About 1 in 5 renters in Los Angeles County have paid their rent late or missed a rent payment since the start of the pandemic, a to study jointly released by UCLA and USC on Monday shows. While a moratorium on evictions remains in place, the study found that about 40,000 LA County tenants said their landlords have started the eviction process, even though they cannot legally be forced to move. go.
The moratorium on evictions was extended by Gov. Gavin Newsom this week, but those tenants risk losing their homes when it expires.
In anticipation of such hardships for tenants, Los Angeles City Council voted unanimously on Tuesday to delegate $ 10 million in federal relief funds to a legal defense fund for tenants threatened with eviction.
While this has been a tough year for many renters, low-income, disproportionately black and Latino renters have borne the brunt of the Los Angeles housing crisis, UCLA and UCLA researchers have found. USC.
“COVID-19 has magnified and exacerbated the hardships of tenants, depriving them of the income they relied on to stay up to date on rent,” the researchers wrote.
The study found that many of these tenants relied on unsustainable means such as credit cards and payday loans to cover the cost of their rents,
Richard Green, director of the USC Lusk Center and co-author of the study, said the majority of those who missed their rent had lost their jobs or had seen a member of their household fall ill. Despite concerns expressed by some landlords about the moratorium on evictions, tenants who could pay their rent always did, Green said. However, some owners have carried out evictions.
The findings of the study were corroborated by a LA Times investigation police data, which revealed landlords continued to use methods such as foreclosing tenants and shutting down utilities to force evictions, even under the moratorium.
“There was no one going to accept the papers,” Green said, “but I guess you can always go to your tenant and say, ‘I’m going to evict you. “”
Edgar Campos, director of the association TRUST South LA., said immigrant renters may be more likely to be exploited by landlords and illegally evicted. TRUST, which functions as a land trust to help prevent the displacement of southern LA residents, is advocating for a rent freeze and cancellation of rents as well as a moratorium on evictions.
“You have situations where the owners can take a more confrontational position, and people, out of fear of eviction or other issues, can just leave the premises,” Campos said.
Even though they know their rights, tenants often cannot fight back and leave when landlords ask them to.
“The lack of clarity around these protocols, coupled with the fear,” Campos said, “creates a situation that does not help tenant rights. “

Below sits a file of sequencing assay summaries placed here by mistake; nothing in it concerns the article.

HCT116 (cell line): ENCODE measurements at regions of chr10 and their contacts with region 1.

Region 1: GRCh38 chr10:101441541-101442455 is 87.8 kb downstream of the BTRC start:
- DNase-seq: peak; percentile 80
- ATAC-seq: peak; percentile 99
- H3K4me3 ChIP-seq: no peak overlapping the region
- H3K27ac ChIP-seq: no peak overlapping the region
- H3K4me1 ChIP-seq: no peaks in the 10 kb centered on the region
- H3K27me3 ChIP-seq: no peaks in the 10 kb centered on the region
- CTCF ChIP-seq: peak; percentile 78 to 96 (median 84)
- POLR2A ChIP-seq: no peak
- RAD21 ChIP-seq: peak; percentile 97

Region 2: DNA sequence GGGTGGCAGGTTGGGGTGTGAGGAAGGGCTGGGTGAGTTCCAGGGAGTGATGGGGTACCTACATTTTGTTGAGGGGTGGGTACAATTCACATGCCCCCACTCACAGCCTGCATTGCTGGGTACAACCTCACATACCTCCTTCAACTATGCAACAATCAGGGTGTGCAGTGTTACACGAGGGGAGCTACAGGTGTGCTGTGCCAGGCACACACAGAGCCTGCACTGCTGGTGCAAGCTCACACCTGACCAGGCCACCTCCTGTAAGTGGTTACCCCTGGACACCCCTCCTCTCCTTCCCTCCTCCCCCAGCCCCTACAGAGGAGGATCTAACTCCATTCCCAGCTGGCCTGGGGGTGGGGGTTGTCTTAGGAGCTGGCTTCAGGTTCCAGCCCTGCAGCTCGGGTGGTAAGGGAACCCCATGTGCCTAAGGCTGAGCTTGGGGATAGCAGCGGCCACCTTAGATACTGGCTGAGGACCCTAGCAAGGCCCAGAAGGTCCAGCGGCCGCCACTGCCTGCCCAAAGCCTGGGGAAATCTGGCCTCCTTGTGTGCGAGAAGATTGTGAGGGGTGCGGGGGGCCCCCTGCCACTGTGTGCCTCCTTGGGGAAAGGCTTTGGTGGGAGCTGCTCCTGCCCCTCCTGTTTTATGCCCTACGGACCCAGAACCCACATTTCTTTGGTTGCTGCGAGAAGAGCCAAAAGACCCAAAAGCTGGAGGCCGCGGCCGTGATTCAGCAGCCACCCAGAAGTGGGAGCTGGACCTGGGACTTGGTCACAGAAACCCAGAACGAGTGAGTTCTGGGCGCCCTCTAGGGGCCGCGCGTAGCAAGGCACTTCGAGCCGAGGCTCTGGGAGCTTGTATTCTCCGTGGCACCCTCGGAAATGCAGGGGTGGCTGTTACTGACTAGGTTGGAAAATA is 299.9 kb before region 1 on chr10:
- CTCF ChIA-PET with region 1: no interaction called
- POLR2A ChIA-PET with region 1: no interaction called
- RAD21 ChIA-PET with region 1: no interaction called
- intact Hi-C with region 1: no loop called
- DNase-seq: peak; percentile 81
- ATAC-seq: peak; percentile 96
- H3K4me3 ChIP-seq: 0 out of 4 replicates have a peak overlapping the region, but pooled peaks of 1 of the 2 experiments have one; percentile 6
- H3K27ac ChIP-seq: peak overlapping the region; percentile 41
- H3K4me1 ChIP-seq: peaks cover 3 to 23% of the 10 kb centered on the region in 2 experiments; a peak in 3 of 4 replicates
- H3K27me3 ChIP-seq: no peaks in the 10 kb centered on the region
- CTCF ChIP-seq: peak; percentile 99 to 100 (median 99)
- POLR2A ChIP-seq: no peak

Homeowners took advantage of southern LA tenants long before the pandemic.
TRUST South LA is working with tenants near USC, where Campos said off-campus student housing and other developments have increasingly displaced black and brown residents who have spent their lives in the area.
In 2017, the new owners of the properties in block 1100 of Boulevard Exposition evicted their tenants, moving almost all of them to renovate the buildings and transform them into student accommodation. It was one of many examples demonstrating the struggle for affordable housing in an area that is home to a large private university.
As the pandemic devastated Los Angeles’ economy, more and more members of the USC community have also struggled to afford off-campus housing and pay rents on time.
When USC alumnus Sam Cavalcanti was fired from her escape room job in March, she immediately alerted her owner. “They first responded within a few days,” she said, “but as I explained my situation, they started not responding at all.”
Like many other Californians, Cavalcanti waited weeks for his jobless claim to be processed.
“Whether or not the owner approved my late payments was not going to change the fact that I just couldn’t pay back then,” Cavalcanti said. “So I asked less for permission and I informed her more that the money just wasn’t there.”
After falling three months behind on his $ 850 rent, Cavalcanti finally contacted his property management company, StuHo, and paid him off.
“I was moving in August, so I wanted to pay everything properly lest they blame me somehow, and that might prevent me from asking for accommodation elsewhere,” she said. declared.
StuHo did not immediately respond to Annenberg Media’s request for comment.
A petition to Changer.org is calling on the Lorenzo, an off-campus apartment complex for USC students, to waive or reduce rents, which start at $ 950, during the pandemic. The petition has over 1,000 signatures.
“Although most residents have already left the complex out of fear for their own safety, the closure of all amenities and the cancellation of all events. Lorenzo always charges the same price to all residents, ”the petition states,“… These students have to find a way to pay their rent. “
The UCLA-USC study found that in the midst of an income crisis on top of a housing crisis, the best solution is rent assistance. LA County began offering emergency rent assistance in August, but that will only be enough for a fraction of those in need. Not only would increasing rent assistance prevent evictions, the researchers say, it could alleviate long-term tenants’ hardships, such as paying off their loans and credit card debts.
“Renters can pay their rent, landlords can pay their mortgages, and I see that as the only solution,” Green said. “At the end of the day, you have to put the money in the hands of the tenants.”